[EXCLUSIVE] Cook speaks – How he worked the Len Brown scandal

Is Bevan Chuang an innocent pawn in a dastardly right-wing conspiracy to unseat Auckland’s mayor or a delusional attention seeker?  In the first of this two-part piece, the journalist who helped break this story delivers his verdict.

By Stephen  Cook

It was 18 months ago that I first met Bevan Chuang.

She had a curious first name, I remember thinking at the time. All the Bevan’s I’d ever known had been blokes.

And it was a bloke that this Bevan was after. Well, not so much a bloke but a sperm donor to father a child in the Chinese year of the Dragon, the most auspicious sign in the 12-year astrological cycle.

Little did we know that at the time the mildly attractive 32-year-old was involved in a torrid affair with one of this country’s most powerful men – lascivious Len Brown.

Whoever coined the phrase ‘from even the greatest of horrors irony is seldom absent” wasn’t wrong.

As we all came to discover this week after her sexcapades with Brown in the mayoral office, what Bevan Chuang was looking for was literally right under her nose – or to be more specific just a few inches below.

For the next couple of weeks I followed Bevan Chuang’s very public quest to find a donor – and what better forum than Facebook for all the drama to unfold.

Would Juliet find her Romeo? Would they fall in love and have lots of little dragon babies together? Would Bevan’s poor grammar and bad spelling ever improve?

Alas not.

I was quickly losing interest in Bevan’s story.  The rambling late-night Facebook posts about life, love and possibly, now I come to think about it, lascivious Len were starting to bore me.  You could just tell there’d be no happy ending for this girl with the guy’s name.  

And yes I don’t mind admitting I was still puzzled about the whole name thing. It didn’t make sense to me and still doesn’t today.

Why would someone call their daughter Bevan? Strange. I could understand Bella, Betty or even Barbara but Bevan?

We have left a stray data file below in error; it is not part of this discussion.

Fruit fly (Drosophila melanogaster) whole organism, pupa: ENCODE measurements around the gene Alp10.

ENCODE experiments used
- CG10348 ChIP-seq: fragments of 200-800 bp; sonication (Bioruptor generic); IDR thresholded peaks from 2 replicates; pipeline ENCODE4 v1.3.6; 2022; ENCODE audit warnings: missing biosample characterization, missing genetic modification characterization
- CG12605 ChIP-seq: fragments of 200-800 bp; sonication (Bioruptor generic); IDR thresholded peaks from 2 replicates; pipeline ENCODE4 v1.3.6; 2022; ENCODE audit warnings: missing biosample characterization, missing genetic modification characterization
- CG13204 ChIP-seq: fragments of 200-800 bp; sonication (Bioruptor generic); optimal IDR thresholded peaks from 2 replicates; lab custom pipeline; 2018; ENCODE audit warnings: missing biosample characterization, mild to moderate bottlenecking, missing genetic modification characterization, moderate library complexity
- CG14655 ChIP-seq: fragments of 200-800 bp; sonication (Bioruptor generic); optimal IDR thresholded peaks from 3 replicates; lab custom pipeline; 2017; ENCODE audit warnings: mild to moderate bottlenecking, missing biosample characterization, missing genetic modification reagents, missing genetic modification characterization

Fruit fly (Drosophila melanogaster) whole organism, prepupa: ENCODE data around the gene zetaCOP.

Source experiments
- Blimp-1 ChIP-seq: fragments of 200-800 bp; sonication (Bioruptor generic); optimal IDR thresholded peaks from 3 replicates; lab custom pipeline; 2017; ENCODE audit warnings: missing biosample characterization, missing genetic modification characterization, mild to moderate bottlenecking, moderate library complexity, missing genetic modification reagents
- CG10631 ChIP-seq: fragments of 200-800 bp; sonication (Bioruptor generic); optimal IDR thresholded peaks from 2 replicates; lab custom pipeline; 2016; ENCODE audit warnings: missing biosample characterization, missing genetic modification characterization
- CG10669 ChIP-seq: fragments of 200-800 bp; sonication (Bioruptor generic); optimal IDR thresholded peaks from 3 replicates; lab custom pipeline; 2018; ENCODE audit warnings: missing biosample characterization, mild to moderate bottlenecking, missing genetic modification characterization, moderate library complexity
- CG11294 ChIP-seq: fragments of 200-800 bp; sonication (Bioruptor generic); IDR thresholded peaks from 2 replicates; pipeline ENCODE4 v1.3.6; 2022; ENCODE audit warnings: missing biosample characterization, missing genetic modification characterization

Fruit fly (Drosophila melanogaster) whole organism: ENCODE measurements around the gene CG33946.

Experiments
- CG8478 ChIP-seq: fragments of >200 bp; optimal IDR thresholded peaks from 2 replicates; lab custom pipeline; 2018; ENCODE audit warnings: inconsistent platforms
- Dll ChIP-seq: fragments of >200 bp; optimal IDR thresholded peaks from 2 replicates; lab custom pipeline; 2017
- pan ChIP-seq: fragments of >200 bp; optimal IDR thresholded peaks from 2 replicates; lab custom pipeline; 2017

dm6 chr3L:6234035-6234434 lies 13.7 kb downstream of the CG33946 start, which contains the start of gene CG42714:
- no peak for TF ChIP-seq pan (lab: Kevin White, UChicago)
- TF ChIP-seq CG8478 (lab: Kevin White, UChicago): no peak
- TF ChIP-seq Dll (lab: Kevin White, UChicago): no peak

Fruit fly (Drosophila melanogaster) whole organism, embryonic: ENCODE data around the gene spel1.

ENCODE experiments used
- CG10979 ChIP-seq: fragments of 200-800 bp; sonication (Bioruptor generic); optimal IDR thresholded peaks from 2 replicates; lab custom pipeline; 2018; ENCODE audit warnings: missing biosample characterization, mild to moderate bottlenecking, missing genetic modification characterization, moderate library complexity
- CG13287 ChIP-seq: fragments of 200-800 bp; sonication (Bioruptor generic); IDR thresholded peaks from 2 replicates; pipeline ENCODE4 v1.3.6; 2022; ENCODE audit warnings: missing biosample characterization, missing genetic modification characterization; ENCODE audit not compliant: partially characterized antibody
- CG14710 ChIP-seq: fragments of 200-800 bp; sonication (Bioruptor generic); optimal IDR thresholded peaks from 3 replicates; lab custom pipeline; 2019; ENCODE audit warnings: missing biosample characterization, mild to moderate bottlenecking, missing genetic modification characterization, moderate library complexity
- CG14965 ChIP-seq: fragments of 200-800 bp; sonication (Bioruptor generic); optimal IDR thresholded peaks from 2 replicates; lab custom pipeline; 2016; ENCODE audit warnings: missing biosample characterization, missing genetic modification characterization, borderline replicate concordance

I got to thinking whether this Mrs Chuang had other daughters?

Maybe just maybe Bevan had a sister called Ben and another one called Butch.

This, I suspected, would remain one of life’s little mysteries.

Bevan and I remained Facebook friends, but it wasn’t till three weeks or so ago that we would see each other again.

My former colleague at Truth, Cam Slater, had contacted me to say Chuang had a story to tell – and he wanted me to tell it.

Slater was vague on detail. For him, that was unusual.

With Slater the devil’s always in the detail.

So I contacted Chuang and we arranged to meet on a Sunday morning in Ponsonby, six days before the local body elections.

She’d wanted to meet at 9am. I said too early for a Sunday, how about 10am? She reluctantly agreed – and then of course was late.

But she still had time to send me a text alleging Brown had been “prosecuted – or at least investigated” – for a supposed incident involving his ex-wife years and years ago. It was a scurrilous allegation, but not uncommon during an election campaign.

I wondered why Bevan had it in for Len.

“So what’s all this about,” I asked her?

“It’s about Len Brown and what he’s been doing,” she replied.